A statement from the National Association for the Advancement of Colored People (NAACP) blasted Sessions’ “decades-long record – from his early days as a prosecutor to his present role as a senator – of opposing civil rights and equality”.

The American Civil Liberties Union (ACLU) noted that Sessions’ “positions on LGBT rights, capital punishment, abortion rights, and presidential authority in times of war have been contested by the ACLU and other civil-rights organizations”.

Sessions has in the past warned that the Justice Department’s Civil Rights Division should not be used as “a sword to assert inappropriate claims that have the effect of promoting political agendas”.

He has been sharply critical of the department’s policies under the Obama administration, with a particular focus on national security.

Sessions said the Obama administration’s counterterrorism policies had “emboldened our enemies” and failed to address border control. He has warned against the administration’s efforts to close Guantanamo and has condemned its decision to afford the legal protections of American courts to terror detainees.

The Republican senator has also defended mass surveillance by the NSA, telling Obama’s first attorney-general, Eric Holder, in one committee hearing on warrantless wiretapping that “we’ve exaggerated the extent to which this is somehow violative of our Constitution”.

‘Disgrace to the Justice Department’

Several of these stances place Sessions to the right of mainstream Republicans, meaning his confirmation by the Senate could be a challenge.

The GOP will have only a 52-48 advantage in the chamber, assuming it wins an upcoming Senate election in Louisiana. That means Sessions can’t afford to lose many votes from members of his own party.

The last time Sessions faced a Senate confirmation – as Ronald Reagan’s nominee to be a federal judge in 1986 – his bid ended in a humiliating climb-down. And that was also a Republican-controlled Senate.

The Senate’s Judiciary Committee voted 10-8 against confirming him for a federal judgeship after he was accused of making racially charged remarks while US attorney in Alabama. The rare move made him only the second nominee in 50 years to be rejected for the job.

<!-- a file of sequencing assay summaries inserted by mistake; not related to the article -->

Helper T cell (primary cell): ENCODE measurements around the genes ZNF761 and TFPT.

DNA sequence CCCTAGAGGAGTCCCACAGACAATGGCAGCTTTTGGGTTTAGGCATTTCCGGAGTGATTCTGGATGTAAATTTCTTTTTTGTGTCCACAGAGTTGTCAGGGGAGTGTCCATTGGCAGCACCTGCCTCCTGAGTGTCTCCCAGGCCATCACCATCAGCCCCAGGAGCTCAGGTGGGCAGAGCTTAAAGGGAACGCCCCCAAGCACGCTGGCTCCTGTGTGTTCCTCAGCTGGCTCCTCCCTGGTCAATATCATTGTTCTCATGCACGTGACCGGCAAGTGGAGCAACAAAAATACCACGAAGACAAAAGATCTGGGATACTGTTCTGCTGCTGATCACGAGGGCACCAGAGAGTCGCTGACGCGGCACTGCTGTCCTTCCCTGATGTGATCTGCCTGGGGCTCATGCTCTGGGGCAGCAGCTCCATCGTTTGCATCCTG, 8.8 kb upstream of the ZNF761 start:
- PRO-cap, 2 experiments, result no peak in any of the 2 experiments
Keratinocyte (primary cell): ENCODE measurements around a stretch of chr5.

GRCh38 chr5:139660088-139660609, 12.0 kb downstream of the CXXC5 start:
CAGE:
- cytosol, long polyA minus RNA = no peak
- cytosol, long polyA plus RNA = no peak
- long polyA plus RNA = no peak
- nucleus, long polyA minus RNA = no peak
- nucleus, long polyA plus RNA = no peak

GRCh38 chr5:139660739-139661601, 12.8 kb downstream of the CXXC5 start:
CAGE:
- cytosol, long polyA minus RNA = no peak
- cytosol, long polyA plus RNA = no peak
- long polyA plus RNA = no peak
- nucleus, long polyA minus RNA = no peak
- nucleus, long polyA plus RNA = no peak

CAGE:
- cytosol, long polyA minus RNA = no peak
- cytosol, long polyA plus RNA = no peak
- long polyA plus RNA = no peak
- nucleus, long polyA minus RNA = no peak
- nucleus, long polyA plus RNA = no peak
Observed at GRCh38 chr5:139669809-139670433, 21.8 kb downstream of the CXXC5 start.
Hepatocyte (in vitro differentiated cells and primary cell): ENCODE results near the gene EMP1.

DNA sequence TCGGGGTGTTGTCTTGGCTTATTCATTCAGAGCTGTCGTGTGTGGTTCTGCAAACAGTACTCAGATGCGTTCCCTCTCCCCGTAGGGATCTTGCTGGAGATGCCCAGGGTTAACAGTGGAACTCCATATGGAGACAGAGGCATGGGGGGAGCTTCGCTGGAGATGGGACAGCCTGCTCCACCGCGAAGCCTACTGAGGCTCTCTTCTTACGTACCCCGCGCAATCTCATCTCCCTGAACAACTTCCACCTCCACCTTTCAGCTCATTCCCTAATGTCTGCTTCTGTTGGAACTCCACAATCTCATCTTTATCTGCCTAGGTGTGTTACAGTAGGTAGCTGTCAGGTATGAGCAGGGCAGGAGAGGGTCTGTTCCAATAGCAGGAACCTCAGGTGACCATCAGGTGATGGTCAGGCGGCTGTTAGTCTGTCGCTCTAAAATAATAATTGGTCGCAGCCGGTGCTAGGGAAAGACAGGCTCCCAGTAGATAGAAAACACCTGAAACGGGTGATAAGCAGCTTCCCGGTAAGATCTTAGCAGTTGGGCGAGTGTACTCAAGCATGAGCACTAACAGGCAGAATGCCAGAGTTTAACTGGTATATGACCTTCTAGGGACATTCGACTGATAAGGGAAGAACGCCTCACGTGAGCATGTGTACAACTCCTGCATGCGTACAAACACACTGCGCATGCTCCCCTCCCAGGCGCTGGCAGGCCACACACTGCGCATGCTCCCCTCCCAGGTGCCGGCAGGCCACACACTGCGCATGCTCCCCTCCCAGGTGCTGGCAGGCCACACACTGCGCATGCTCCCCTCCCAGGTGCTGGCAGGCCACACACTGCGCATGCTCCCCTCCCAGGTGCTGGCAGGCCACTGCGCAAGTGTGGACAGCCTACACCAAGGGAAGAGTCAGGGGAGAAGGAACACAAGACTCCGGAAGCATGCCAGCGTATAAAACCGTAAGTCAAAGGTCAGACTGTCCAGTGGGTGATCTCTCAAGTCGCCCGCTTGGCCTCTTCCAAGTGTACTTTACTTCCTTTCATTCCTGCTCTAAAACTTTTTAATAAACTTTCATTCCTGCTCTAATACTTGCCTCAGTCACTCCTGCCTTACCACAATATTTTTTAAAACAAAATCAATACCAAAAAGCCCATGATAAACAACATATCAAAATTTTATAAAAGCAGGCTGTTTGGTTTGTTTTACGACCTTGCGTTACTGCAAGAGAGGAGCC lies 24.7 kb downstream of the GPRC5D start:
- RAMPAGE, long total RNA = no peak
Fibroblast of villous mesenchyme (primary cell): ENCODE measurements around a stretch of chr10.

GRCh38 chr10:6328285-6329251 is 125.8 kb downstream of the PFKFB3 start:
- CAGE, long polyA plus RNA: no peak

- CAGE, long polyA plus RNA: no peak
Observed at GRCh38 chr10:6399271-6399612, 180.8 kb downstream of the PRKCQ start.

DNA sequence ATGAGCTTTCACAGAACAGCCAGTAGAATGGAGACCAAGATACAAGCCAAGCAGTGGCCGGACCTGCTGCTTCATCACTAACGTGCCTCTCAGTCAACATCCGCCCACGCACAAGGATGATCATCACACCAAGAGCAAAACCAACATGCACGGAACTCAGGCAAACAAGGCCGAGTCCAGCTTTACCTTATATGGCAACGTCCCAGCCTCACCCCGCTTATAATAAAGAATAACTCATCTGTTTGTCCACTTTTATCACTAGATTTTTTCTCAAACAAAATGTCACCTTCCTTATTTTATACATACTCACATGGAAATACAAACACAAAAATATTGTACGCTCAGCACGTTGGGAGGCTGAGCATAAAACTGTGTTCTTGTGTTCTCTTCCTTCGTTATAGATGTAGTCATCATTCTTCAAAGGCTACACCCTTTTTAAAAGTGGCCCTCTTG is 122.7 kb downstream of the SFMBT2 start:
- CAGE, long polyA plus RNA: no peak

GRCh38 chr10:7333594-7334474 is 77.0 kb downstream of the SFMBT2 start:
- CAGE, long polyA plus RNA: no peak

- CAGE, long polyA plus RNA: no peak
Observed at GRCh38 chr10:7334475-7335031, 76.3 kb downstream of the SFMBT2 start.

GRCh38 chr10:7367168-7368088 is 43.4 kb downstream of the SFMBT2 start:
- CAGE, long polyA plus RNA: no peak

During the hearings, Sessions was accused of calling the NAACP and the ACLU “un-American, Communist-inspired organisations” and joking that he thought the Ku Klux Klan “was OK” until he learned they smoked marijuana. He also faced accusations that he repeatedly called a black assistant attorney “boy”.

Sessions strongly denied ever calling the assistant attorney “boy”, but his otherwise clumsy defence failed to sway the panel.

In a heated exchange with then Senator Joe Biden, Sessions protested: “I’m often loose with my tongue. I may have said something about the NAACP being un-American or Communist, but I meant no harm by it.”

His record was heavily criticised by the late Senator Edward Kennedy, who said he was unqualified to be a federal judge because of his attitude towards black people.

“Mr. Sessions is a throwback to a shameful era which I know both black and white Americans thought was in our past,” Kennedy said. “He is, I believe, a disgrace to the Justice Department and he should withdraw his nomination and resign his position.”

The grueling hearing left Sessions’ career “in tatters”, observers commented at the time. But he bounced back a decade later, winning the first of four consecutive Senate races in 1996.

The Republican from Alabama eventually avenged his earlier humiliation, in 2009 becoming the ranking member of the Senate Judiciary Committee – the very one that had rejected him years earlier.